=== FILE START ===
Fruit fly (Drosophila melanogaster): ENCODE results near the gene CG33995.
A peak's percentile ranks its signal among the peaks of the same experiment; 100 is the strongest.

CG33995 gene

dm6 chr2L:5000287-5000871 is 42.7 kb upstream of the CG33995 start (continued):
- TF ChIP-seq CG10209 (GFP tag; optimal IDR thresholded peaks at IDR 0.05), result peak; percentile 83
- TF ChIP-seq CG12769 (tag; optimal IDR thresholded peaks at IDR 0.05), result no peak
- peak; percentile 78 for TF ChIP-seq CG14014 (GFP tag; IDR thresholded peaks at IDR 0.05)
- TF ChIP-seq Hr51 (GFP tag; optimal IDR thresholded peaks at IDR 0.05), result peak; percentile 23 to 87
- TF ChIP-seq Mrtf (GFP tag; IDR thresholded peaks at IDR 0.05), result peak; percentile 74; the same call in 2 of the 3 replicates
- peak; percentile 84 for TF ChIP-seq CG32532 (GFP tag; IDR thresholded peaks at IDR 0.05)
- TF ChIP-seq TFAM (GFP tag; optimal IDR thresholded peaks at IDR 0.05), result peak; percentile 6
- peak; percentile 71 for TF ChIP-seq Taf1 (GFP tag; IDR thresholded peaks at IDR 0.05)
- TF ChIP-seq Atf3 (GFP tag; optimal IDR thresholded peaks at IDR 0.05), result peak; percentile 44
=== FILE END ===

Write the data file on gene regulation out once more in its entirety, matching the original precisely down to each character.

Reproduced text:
Fruit fly (Drosophila melanogaster): ENCODE results near the gene CG33995.
A peak's percentile ranks its signal among the peaks of the same experiment; 100 is the strongest.

CG33995 gene

dm6 chr2L:5000287-5000871 is 42.7 kb upstream of the CG33995 start (continued):
- TF ChIP-seq CG10209 (GFP tag; optimal IDR thresholded peaks at IDR 0.05), result peak; percentile 83
- TF ChIP-seq CG12769 (tag; optimal IDR thresholded peaks at IDR 0.05), result no peak
- peak; percentile 78 for TF ChIP-seq CG14014 (GFP tag; IDR thresholded peaks at IDR 0.05)
- TF ChIP-seq Hr51 (GFP tag; optimal IDR thresholded peaks at IDR 0.05), result peak; percentile 23 to 87
- TF ChIP-seq Mrtf (GFP tag; IDR thresholded peaks at IDR 0.05), result peak; percentile 74; the same call in 2 of the 3 replicates
- peak; percentile 84 for TF ChIP-seq CG32532 (GFP tag; IDR thresholded peaks at IDR 0.05)
- TF ChIP-seq TFAM (GFP tag; optimal IDR thresholded peaks at IDR 0.05), result peak; percentile 6
- peak; percentile 71 for TF ChIP-seq Taf1 (GFP tag; IDR thresholded peaks at IDR 0.05)
- TF ChIP-seq Atf3 (GFP tag; optimal IDR thresholded peaks at IDR 0.05), result peak; percentile 44